2. Is this just Moog wanting their share of the current trend of travel-sized synths? Whatever the case, if I were to considering an ultra compact (semi) modular (for myself, or as a gift), I’d save up an extra hundred 100,- and go for the Modern Sounds’s Pluto. That one looks and sounds fresh.

    1. Pluto looks really nice. But is it analog? Does it have analog filters? I don’t think so but I couldn’t find much info about it.

      1. It’s digital. If it doesn’t say it’s analog its not analog, usually when its fully digital most brands hide this fact although “everybody” says it doesn’t matter…

        1. Recently acquired a Pluto and am finding it quite inspiring. But it’s a very different kind of synth. 100% digital. Three different oscillator engines per voice (of which there are 2): virtual analog, wavetable, and a kind of FM/noise “percussion” voice. You can also run external audio through voice 1. No filter. Simple modulatable VCAs per voice (“level”). Sequencer and other modulatable parameters driven by the unit’s clock dividers (5 of them) which have some interesting controls. Manual here: https://www.modernsounds.co/pluto. See also: https://github.com/vanslembrouck/pluto.

          I also picked up an East Beast and have been very happy with it. Great filter, very clever design… in some ways, it seems to be more truly standalone than the Mavis.

      2. To be fair, I don’t care about the whole analogue/digital aspect in synths that come in these small packages. Analogue isn’t a shortcut to it being better, but it sure helps selling units. The synth market has been getting stale, to me at least, so personally I welcome a resurgence of digital. In the early 2000s we all got sick of it, because of that era’s technical limitations, but digital is where it’s at for actual new sounds. And to me, that’s what playing synths is all about. Yeah, I don’t belong to the synth world’s Gibon crowd, so to speak, but that’s fine.

        1. Oh I agree to some extent, but just asking because curious about Pluto and because this was a page about learning subtractive synthesis. (Some Pluto reviews mention LPGs, still not sure if they’re digital.)

          Some points where digital seems to shine to me — where it goes beyond emulating analog hardware and does something different, like physical modelling.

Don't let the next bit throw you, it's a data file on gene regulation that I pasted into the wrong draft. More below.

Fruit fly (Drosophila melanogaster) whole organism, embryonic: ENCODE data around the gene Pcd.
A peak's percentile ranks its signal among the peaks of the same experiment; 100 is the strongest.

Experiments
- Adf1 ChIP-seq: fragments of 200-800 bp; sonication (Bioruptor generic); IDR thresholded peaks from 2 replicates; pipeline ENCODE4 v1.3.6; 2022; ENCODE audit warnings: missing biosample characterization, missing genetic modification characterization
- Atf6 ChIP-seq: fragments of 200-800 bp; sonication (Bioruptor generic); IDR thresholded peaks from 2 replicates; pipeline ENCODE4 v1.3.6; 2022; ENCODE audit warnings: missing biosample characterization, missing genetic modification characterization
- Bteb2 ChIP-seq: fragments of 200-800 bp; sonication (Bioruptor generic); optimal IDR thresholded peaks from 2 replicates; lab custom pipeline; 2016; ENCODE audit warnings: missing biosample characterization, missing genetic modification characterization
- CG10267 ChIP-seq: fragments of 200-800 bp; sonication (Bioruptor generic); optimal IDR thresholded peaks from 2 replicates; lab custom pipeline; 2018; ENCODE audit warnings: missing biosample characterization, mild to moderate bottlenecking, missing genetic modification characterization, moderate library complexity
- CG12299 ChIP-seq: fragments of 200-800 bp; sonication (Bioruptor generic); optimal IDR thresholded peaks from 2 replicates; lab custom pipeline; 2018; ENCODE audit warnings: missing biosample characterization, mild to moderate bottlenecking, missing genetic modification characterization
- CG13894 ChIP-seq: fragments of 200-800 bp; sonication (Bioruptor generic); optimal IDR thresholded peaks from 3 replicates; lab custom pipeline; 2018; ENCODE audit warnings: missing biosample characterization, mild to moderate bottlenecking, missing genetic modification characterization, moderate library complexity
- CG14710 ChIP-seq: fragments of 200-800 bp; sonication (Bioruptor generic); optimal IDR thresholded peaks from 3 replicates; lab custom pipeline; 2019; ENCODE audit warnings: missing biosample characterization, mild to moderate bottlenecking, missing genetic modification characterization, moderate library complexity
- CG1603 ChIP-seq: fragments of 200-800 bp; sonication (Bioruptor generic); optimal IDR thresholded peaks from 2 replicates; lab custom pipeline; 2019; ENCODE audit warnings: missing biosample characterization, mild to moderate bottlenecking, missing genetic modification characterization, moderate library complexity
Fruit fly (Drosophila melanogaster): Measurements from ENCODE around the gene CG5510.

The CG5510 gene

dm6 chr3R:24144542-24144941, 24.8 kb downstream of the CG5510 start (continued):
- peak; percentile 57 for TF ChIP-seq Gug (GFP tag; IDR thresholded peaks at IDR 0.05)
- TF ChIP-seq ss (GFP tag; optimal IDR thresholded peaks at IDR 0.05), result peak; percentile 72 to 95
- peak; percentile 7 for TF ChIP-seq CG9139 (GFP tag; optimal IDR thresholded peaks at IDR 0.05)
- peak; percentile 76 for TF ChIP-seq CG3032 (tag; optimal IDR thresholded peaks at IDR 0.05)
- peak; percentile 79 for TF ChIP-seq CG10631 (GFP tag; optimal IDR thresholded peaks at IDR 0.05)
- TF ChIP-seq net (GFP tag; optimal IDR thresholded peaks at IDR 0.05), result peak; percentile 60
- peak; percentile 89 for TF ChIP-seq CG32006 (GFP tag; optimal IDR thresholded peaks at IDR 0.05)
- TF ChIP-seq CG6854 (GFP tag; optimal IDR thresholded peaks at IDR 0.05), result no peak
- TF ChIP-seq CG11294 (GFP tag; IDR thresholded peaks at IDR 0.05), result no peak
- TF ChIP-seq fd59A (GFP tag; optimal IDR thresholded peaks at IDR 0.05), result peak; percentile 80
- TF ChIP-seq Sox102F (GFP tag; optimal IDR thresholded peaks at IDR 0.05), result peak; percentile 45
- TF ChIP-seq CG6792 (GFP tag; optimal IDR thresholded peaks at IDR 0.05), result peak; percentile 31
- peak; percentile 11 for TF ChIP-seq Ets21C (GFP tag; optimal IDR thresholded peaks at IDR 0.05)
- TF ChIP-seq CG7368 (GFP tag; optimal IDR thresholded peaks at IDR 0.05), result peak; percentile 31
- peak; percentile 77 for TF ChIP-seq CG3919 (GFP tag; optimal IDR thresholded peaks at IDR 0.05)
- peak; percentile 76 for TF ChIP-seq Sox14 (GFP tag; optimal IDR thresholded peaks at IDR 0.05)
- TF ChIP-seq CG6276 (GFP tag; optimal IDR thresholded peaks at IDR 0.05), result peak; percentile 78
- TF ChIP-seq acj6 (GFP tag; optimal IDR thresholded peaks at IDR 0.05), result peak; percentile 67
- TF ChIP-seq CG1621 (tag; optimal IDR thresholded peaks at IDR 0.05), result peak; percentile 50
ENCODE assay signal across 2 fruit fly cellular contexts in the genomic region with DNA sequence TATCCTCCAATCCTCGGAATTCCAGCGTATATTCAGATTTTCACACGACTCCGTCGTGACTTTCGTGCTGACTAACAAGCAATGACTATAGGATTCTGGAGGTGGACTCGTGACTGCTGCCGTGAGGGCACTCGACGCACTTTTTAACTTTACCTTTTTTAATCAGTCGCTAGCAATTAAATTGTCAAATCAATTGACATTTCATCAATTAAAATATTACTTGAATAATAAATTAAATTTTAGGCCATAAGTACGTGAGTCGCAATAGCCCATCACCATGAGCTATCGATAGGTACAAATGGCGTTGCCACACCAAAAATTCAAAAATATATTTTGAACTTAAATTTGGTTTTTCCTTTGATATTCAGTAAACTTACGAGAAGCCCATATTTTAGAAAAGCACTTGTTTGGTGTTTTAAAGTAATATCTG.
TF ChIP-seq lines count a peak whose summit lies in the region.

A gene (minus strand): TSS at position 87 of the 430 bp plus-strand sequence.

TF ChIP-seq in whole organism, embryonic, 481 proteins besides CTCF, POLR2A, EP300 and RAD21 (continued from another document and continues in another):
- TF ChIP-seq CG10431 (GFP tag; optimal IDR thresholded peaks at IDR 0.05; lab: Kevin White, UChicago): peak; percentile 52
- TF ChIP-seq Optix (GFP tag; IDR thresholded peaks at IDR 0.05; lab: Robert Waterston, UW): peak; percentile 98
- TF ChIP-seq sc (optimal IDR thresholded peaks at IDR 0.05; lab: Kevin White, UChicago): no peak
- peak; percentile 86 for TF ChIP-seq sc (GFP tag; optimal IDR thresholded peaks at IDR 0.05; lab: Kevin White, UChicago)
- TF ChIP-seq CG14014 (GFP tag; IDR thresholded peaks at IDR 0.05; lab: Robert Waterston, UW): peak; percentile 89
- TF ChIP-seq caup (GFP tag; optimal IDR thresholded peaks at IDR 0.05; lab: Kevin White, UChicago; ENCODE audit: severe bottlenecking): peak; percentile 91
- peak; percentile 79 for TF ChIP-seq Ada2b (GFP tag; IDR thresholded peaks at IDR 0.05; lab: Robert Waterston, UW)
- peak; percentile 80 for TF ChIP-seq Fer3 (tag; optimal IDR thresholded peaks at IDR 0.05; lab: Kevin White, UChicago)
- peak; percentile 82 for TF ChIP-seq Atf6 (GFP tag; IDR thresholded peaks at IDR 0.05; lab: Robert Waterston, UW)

Some points where I’m not so sure: audio rate modulation — simple example, Karplus Strong is so easy and intuitive on analogue hardware, but takes some effort to get right via patch cables in digital emulation. Does the pluto have loads of AD/DA converters? Or maybe they’re not audio rate in this case, just clocks, so it possibly doesn’t matter.

  3. Moog: repackaging the same three waveforms and a ladder filter over and over. that’s the real power of a strong brand; little or no meaningful innovation.

    1. Yeah, but this has a wavefolder.
      A first for any Moog synth.
      So, maybe, perhaps, your wrong?
      Don’t get me wrong, I think this is expensive for what functions you get and, like Chuck Biscuits, I watched Nick Batts review and thought the same.
      I have Moog’s Werkstatt and that’s quite featureless too, but it’s half the price of the Mavis.
      My biggest gripe with the Mavis though is the name. They call it a Monophonic Analogue Synthesizer Voice. That spells MASVI, not MAVIS. Why not call it an Monophonic Analogue Voice Synthesizer?

  4. I think it works as a good value foundation module for someone thinking of starting a modular rack, particularly if you factor in the cost of buying a complete voice, wavefolder and basic utilities. I’m not sure why they didn’t try and squeeze in a TRS midi input, it would certainly make integration into a beginner setup easier.

  5. Mavis is the name of a fairy from the 1981 British cartoon “Willo the Wisp”. There is also a dog character named “Moog” so this is likely where the Mavis name came from.

    I think it is important when summarizing an analog instrument to do so from the perspective that the sounds produced sometimes are greater than what one can conjecture from the sum of its parts. If you watch the mylarmelodies youtube video, you will know what I am talking about.

    My only negative on the Mavis is that as I am used to playing the Mother’s sequencer keys like an ersatz keyboard for solos, the key buttons on the Mavis by comparison are too clicky and don’t feel nice to play.

Leave a Reply